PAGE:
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'Love Jihad' and religious conversion polarize in Modi's India

Christians and Muslims sit in the rain during a protest rally in New Delhi on August 1, 2012.
Raveendran | AFP | Getty Images
Christians and Muslims sit in the rain during a protest rally in New Delhi on August 1, 2012.

Fired up and full of vitriol, Hindu activist Rajeshwar Singh is on a mission to end centuries of religious diversity in India, one conversion at a time.

His voice echoing off the walls of a Protestant church across a narrow street, Singh railed against foreign faiths at an event last week to convert a Christian family to Hinduism in the rural town of Hasayan, 140 kilometers (87 miles) south of Delhi.

"We will cleanse our Hindu society. We will not let the conspiracy of church or mosque succeed in Bharat (India)," he said, standing in the family's front yard by a ritual fire lit to purify the poor, lower-caste converts.

Emboldened by Prime Minister Narendra Modi's rise to power in May, leaders of his Hindu nationalist Bharatiya Janata Party (BJP) have joined right-wing activists like Singh to openly declare India a nation of Hindus, posing a challenge to its multi-faith constitutional commitment.

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About a fifth of India's 1.27 billion people identify themselves as belonging to faiths other than Hinduism.

Singh is affiliated to the Rashtriya Swayamsevak Sangh (RSS), a vast nationalist volunteer organisation that aims to unify Hindus "to carry the nation to the pinnacle of glory".

The RSS brought Modi into politics as a young man and its foot soldiers helped cement his May election victory in India's heartland, most notably in the country's most populous state of Uttar Pradesh, where Hasayan is located.

The RSS has grown in prominence since the general election, with members appointed to key cabinet posts and senior leaders deputed to the party.

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Increasingly hard-line statements by RSS chief Mohan Bhagwat, an old friend of Modi, have helped motivate millions of volunteers, like Singh, already excited by the prime minister's May victory.

"Just as those who stay in England are English, those who stay in Germany are German, and those in U.S. are Americans, all those who stay in Hindustan are Hindus," Bhagwat said in August, angering India's Muslim and Christian minorities.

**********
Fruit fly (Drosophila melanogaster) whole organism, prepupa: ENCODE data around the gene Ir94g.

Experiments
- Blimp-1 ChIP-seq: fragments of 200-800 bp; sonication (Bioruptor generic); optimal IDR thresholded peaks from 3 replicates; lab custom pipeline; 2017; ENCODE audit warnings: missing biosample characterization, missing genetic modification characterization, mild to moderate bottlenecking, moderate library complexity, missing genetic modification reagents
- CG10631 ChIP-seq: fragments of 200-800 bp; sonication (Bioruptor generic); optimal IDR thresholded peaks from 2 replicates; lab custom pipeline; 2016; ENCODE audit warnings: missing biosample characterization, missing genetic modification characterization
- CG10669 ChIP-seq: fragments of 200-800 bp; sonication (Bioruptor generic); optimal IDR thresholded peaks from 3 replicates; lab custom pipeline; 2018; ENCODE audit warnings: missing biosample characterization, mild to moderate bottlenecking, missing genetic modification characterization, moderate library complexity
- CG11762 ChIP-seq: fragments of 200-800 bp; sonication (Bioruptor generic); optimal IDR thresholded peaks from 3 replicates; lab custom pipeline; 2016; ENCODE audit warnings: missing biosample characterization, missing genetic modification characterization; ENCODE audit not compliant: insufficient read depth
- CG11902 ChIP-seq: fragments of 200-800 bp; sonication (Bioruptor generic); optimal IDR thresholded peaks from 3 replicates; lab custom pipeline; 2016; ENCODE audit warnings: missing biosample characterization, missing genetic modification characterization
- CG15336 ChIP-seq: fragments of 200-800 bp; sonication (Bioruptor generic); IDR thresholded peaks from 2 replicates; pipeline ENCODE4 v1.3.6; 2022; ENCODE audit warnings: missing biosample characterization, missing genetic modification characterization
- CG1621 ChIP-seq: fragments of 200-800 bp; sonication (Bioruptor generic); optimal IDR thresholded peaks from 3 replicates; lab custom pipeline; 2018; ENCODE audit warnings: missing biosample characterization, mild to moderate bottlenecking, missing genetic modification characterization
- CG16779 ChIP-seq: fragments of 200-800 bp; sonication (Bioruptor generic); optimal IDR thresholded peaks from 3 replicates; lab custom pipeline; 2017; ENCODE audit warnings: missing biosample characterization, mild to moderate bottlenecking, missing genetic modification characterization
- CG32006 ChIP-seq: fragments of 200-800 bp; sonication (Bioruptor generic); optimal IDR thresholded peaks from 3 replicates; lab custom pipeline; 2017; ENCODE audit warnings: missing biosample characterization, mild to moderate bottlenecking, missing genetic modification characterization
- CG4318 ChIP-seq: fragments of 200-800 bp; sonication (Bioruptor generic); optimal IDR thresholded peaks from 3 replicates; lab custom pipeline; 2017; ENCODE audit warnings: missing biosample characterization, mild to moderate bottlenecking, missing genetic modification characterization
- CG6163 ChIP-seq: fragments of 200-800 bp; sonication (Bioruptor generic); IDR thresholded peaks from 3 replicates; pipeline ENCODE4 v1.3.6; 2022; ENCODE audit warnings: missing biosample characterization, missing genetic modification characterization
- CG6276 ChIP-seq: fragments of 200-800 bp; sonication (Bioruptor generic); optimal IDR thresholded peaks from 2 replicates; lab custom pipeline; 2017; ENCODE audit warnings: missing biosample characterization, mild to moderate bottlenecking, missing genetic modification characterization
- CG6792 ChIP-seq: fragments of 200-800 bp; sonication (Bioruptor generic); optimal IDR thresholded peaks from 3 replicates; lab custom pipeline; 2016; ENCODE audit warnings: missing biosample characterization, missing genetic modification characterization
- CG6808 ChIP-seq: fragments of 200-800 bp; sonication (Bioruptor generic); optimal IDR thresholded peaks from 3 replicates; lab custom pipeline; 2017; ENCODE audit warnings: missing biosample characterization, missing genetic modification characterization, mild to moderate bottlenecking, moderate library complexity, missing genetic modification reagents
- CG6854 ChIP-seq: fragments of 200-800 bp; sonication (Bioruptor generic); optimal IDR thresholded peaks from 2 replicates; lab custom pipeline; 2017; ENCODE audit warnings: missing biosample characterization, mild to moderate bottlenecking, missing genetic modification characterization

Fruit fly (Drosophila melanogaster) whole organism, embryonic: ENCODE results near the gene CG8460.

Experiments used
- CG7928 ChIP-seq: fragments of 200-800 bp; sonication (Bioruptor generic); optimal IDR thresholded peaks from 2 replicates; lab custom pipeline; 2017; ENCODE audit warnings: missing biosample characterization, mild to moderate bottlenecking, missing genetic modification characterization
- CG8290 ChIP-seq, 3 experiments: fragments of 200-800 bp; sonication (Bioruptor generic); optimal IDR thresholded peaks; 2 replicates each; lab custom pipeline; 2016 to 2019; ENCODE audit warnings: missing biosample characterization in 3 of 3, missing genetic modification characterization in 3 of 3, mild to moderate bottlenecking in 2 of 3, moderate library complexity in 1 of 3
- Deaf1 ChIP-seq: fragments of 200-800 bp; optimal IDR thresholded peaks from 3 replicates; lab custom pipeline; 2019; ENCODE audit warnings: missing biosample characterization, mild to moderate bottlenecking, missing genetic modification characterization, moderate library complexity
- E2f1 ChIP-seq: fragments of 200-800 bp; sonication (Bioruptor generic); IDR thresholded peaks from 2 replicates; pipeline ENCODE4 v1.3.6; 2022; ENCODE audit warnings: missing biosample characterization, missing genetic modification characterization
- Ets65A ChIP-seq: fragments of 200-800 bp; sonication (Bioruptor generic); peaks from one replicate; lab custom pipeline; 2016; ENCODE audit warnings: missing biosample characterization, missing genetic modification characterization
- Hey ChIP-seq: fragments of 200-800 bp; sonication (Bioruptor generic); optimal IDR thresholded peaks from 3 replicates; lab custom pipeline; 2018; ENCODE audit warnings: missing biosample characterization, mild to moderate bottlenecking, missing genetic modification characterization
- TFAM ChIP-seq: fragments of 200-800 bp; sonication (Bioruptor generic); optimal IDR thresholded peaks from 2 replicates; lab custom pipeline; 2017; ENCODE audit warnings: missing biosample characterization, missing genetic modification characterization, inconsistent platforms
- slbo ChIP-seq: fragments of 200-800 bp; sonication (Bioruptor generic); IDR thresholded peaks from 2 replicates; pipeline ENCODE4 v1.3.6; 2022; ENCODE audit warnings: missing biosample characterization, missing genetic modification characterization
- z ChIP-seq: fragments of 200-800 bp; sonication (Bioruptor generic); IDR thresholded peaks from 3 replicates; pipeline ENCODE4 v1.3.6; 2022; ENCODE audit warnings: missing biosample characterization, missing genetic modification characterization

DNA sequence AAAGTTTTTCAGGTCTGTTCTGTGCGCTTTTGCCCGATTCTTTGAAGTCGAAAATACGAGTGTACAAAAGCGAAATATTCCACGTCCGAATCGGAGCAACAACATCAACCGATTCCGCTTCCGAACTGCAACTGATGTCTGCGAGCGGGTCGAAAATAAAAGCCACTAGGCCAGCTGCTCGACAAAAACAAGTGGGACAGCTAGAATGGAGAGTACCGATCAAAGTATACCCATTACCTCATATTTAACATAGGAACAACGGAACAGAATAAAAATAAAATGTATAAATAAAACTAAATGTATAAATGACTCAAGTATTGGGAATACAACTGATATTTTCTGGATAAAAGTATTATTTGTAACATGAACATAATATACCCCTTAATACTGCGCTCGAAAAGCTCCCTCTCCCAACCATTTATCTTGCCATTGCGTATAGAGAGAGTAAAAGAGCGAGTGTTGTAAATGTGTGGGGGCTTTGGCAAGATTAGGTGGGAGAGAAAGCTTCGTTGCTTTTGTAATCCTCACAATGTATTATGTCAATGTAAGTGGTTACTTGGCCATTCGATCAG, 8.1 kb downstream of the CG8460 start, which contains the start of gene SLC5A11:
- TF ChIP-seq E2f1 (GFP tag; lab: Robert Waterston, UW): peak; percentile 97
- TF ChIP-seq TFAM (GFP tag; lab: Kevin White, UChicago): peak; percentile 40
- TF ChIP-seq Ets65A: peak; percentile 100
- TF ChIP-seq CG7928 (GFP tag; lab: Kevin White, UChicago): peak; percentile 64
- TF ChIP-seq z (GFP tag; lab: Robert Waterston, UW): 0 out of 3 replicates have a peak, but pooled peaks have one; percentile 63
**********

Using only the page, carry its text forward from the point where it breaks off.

The debate triggered by the comments revealed a deep ideological rift between those who believe the term describes a national identity as well as a religion, and liberals who think in a multi-faith nation, all cannot be called Hindus.

"Love Jihad"

Adding to the controversy, RSS-linked groups have stepped up a campaign against "Love Jihad" - a term for what they consider to be an Islamist strategy to convert Hindu women through seduction, marriage and money.

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Their fears about Islam may be fueled by Al Qaeda leader Ayman al-Zawahri's announcement this week of the formation of an Indian branch of his militant group.

Previous police investigations have found no evidence of an organised "Love Jihad". But the concept has gained credence across central India in recent weeks, leading to sometimes- violent protests, despite being considered an absurd conspiracy theory by mainstream, moderate Indians.

While avoiding the term "Love Jihad", Modi's BJP last week adopted the subject of forced conversions as a campaign issue ahead of Sept. 13 by-elections in Uttar Pradesh, a state prone to sectarian strife.

Simultaneously, activists like Singh have stepped up what they see as necessary defensive measures - converting others "back" to Hinduism. Hinduism is not normally considered a religion that seeks converts, but it does not have strict rules against the practice.

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"The Hindu wave has just begun. In 10 years we will convert all Christians and Muslims," shaven-headed Singh said with a grin after Friday's conversion ceremony, to murmurs of approval from other organizers of the ritual.